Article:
The use of molecular devices is of current interest in areas such as nanotechnology, advanced materials, electronics, sensors and drug delivery systems. Some are able to switch their structural states when external factors such as temperature, light or pH are applied. Certain molecules that are responsive to light involve photoisomerization of a double bond, producing a large change in molecular shape. The ability to turn photoisomerization on and off by means of a second external stimulus would be useful, and employing pH for this purpose is reported here.
Researchers led by Dr. Udaya Jayasundara and Professor Thomas Bell at the University of Nevada published new research in the journal, ChemPhysChem, discussing the discovery of proton-gated photoisomerization of derivatives of 9-(2,2,2-triphenylethylidene)fluorene (TEF). The researchers capitulated on structural changes during the photoisomerization phenomenon, as the molecules contain a dibenofulvene chromophore, which acts as a rotor about the exocyclic C=C bond.
The authors investigated photoisomerization of two different 2-substituted 9-(2,2,2-triphenylethylidene)fluorene molecules, 2-amino-9-(2,2,2-triphenylethylidene)fluorene (ATEF) and 2-dimethylamino-9-(2,2,2-triphenylethylidene)fluorene (DTEF), with and without addition of trifluoroacetic or trifuoromethanesulfonic acid. In acetonitrile solution, both ATEF and DTEF have negligible photoisomerization efficiencies (quantum yields) in the free base form with the 2-position nitrogen atom unprotonated. Upon addition of acid, both compounds become photoactive and their E and Z isomers are interconverted rapidly.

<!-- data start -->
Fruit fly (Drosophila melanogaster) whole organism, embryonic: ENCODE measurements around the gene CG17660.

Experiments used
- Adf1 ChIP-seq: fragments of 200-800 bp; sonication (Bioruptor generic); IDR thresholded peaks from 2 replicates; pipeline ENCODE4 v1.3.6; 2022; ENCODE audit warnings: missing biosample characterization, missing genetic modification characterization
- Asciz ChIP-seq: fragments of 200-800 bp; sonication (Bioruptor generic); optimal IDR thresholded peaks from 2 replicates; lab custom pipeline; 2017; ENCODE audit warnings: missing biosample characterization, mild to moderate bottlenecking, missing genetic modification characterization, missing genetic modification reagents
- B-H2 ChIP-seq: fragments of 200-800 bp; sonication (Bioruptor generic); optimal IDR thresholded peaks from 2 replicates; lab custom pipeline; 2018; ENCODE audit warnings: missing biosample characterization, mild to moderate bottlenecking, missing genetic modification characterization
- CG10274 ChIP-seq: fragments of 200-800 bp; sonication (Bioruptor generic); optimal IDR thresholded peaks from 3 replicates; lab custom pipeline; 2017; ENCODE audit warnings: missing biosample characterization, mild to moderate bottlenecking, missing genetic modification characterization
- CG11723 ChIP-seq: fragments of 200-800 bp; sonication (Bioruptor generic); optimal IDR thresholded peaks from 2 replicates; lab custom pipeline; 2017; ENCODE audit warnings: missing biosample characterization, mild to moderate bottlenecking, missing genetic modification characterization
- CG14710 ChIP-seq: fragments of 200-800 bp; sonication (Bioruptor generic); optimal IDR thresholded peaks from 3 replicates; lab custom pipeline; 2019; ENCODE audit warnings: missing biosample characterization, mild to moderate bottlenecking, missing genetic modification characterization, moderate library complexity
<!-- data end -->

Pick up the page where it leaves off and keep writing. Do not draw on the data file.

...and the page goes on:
The authors compared the protonation effect of trifluoromethanesulfonic acid with trifluoroacetic acid and triethylamine. It was discovered that trifuoromethanesulfonic acid produced higher quantum yields, resulting from full protonation, which wasn’t the case for other added substances. Likewise, fewer equivalents of trifuoromethanesulfonic acid were needed for full protonation and gave less photodecomposition than trifluoracetic acid.
The authors found a good correlation between the photoisomerization quantum yields and levels of protonation in acetonitrile solution and discovered that amine protonation increased efficiency by factors of 30-60 compared to unprotonated cases.
This work introduced four new polar substituents (NH2, NH3+, NMe2, and NMe2H+) at the 2-position of 9-(2,2,2-triphenylethylidene)fluorene, in addition to the previously reported four (tBu, NO2, CN and I). Listing them in order of increasing quantum yield shows that electron withdrawing groups generally increase photoisomerization efficiency, but the list does not exactly correlate with the order of substituent electronegativity. In the cases of ATEF and DTEF, protonation may turn on photoisomerization by eliminating intramolecular charge transfer, which hinders effective photoisomerization of these molecular devices.
According to the authors, “Such molecules could be used in light controlled actuators, storage registers and power sources, as well as in switching and sensing applications.”
The two derivatives of 9-(2,2,2-triphenylethylidene)fluorene investigated by the authors have excellent molecular sensing features which are of relevance to numerous fields, including nanotechnology and drug delivery systems.
Jayasundara, U.K., Kim, H.J., Sahteli, K.P., Cline, J.I., Bell, T.W. Proton-Gated Photoisomerization of Amino-Substituted Dibenzofulvene Rotors, ChemPhysChem 18 (2017) 59-63.Go To ChemPhysChem